Going viral with a new music search engine Songza
By Valerie Vedral
Photo By Mike Pirnat
Promotion is still a hurdle for artists. Essentially, what we’re looking to do is take that music and distribute it.”
—Aza Raskin, AB’05
Aza Raskin, AB’05, was sitting in a coffee shop one day instant messaging a friend on his computer when a song he wanted to share with her popped into his head.
The only problem was that there was no easy way for Raskin, 24, to share the song at that moment. That got him thinking. “If Google lets you find any web page, why can’t I find any song?” he asked himself. A short while later, songza.com was born.
Songza is billed as an internet music jukebox. Users type a band or song name into a search field, and Songza finds and plays the music. Users can rate and share songs, add them to personalized play lists, or post them to a blog.
“You can listen to almost anything on Songza,” said Raskin, an accomplished French horn player who has toured the world. “It’s very immediate. It’s a delightful and very sexy page.”
Raskin created Songza with Scott Robbin over the summer of 2007. They spent nights and weekends tweaking their design until the site was ready to launch in November. Songza differs from other websites such as Rhapsody or Last.fm because it gives users control over what they want to listen to and when, Raskin said. The site is designed to be viral.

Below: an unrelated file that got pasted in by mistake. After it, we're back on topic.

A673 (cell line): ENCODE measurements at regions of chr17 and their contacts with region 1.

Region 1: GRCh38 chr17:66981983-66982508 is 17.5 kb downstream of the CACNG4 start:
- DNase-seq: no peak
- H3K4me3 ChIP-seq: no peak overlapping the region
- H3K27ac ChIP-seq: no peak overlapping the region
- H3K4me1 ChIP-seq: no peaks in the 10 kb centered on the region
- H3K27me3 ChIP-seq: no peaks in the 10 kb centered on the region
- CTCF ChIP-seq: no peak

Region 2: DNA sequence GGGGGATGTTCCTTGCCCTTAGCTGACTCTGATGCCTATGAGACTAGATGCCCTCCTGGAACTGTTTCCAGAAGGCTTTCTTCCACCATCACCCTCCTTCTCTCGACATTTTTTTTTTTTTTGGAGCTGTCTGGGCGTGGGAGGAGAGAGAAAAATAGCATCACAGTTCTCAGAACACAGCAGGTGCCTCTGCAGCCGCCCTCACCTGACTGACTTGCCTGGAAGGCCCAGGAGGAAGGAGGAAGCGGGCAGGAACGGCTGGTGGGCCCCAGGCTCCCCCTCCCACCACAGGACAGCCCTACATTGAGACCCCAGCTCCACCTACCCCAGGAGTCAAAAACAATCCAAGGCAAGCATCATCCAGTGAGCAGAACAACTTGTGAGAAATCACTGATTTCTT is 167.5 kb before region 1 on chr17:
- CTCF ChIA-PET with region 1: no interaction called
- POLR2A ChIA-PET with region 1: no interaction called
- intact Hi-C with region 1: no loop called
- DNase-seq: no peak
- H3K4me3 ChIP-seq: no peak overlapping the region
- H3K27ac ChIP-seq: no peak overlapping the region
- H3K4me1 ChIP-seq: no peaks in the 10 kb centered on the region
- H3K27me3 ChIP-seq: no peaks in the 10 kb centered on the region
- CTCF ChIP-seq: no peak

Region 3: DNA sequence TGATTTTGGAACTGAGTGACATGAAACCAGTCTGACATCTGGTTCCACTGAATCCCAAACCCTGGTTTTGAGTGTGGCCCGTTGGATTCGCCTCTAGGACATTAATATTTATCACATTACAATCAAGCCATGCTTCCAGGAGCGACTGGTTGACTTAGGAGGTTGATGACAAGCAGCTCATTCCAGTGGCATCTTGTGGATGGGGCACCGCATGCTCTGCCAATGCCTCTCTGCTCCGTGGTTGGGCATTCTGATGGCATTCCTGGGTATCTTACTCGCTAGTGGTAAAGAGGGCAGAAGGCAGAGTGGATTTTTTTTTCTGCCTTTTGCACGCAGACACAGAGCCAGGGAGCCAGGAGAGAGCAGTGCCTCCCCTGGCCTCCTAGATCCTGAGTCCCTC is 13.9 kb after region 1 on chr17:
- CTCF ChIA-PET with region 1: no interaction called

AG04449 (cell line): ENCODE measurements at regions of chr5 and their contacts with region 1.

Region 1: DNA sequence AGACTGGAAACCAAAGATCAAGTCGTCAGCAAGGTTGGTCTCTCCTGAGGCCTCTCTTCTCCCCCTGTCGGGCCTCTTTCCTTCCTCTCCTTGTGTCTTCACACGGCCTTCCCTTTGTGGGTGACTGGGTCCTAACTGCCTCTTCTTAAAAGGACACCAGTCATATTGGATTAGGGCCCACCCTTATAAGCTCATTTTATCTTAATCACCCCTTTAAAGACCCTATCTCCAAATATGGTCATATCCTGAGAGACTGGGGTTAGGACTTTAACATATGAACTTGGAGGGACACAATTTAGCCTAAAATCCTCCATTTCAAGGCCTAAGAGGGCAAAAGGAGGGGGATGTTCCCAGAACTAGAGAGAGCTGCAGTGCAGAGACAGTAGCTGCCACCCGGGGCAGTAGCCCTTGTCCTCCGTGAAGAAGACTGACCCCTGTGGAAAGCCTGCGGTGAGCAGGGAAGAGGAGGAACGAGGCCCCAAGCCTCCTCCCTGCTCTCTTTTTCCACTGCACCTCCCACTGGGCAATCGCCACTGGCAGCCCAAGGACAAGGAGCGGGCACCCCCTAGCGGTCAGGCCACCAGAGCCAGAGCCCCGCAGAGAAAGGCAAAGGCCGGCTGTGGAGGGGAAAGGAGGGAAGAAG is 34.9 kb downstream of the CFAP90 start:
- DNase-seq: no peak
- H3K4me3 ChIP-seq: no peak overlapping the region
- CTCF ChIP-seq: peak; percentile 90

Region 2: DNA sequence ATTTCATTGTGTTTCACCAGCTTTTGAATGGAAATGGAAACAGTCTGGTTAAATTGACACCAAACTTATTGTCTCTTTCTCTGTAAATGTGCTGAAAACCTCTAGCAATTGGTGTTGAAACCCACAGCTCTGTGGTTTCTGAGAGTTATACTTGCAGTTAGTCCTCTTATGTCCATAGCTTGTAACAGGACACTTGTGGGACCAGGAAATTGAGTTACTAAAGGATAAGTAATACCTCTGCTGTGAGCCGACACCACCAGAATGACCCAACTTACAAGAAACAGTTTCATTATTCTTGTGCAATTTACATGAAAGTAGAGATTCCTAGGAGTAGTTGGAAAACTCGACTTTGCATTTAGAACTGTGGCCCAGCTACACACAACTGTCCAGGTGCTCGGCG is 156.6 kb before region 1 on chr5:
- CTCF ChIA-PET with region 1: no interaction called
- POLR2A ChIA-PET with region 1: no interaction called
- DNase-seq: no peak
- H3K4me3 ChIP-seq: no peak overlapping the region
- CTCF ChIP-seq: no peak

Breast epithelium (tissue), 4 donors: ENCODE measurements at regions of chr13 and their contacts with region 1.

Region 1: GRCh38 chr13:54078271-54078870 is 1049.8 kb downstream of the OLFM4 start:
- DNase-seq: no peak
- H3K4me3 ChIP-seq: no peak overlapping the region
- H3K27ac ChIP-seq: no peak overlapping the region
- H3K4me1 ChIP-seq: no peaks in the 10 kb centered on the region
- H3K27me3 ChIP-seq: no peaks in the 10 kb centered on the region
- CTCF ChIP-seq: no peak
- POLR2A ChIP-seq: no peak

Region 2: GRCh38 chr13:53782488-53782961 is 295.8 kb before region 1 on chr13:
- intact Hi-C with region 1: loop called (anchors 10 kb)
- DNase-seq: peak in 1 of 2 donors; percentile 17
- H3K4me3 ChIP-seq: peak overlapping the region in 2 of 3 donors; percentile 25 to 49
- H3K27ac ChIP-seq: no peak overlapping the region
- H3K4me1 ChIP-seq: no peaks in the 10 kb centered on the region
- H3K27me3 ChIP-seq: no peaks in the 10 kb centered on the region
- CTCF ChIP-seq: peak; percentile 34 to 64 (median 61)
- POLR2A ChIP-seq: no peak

So far, about 20 million songs have been played on Songza, and the site plays about 200,000 songs a day, Raskin said. Although the service is free to users, Raskin and Robbin said the artists whose music is played on the site are compensated.
“Songza does pay publishing rights, but to the end user it feels free,” said Robbin, Songza’s 32-year-old president. “On the back end, artists are getting paid.”
Raskin, the son of computer interface guru and Apple Macintosh creator Jef Raskin, founded the software company Humanized, Inc., best known for its Enso line of productivity software. The idea, he said, is to make computers easier for people to use.
“Everybody is frustrated with the computer, but they don’t need to be,” said Raskin, who has been consulting since age 17.
Other Humanized members include fellow University of Chicago alums Jono DiCarlo, SM’05; Atul Varma, SM’04; and Andrew Wilson, AB’05. Currently the company is located in Chicago’s Ravenswood corridor. Mozilla recently recruited some of the Humanized staff, including Raskin, who will move out to California at the end of March to head up the user experience side of Mozilla labs.
Raskin recently launched another project, Bloxes, with Wilson. Bloxes are interlocking, corrugated cardboard building blocks that can be used to make anything from walls to office desks. The eco-friendly modular product debuted March 7.
Although Humanized will move to the West Coast, Songza will stay in Chicago.
Robbin, a musician with a computer science background, said Songza is currently testing a concept with artists that would allow them to gain exposure, grow their fan base, and learn more about their listeners.
“Promotion is still a hurdle for artists,” he said. “Essentially, what we’re looking to do is take that music and distribute it.”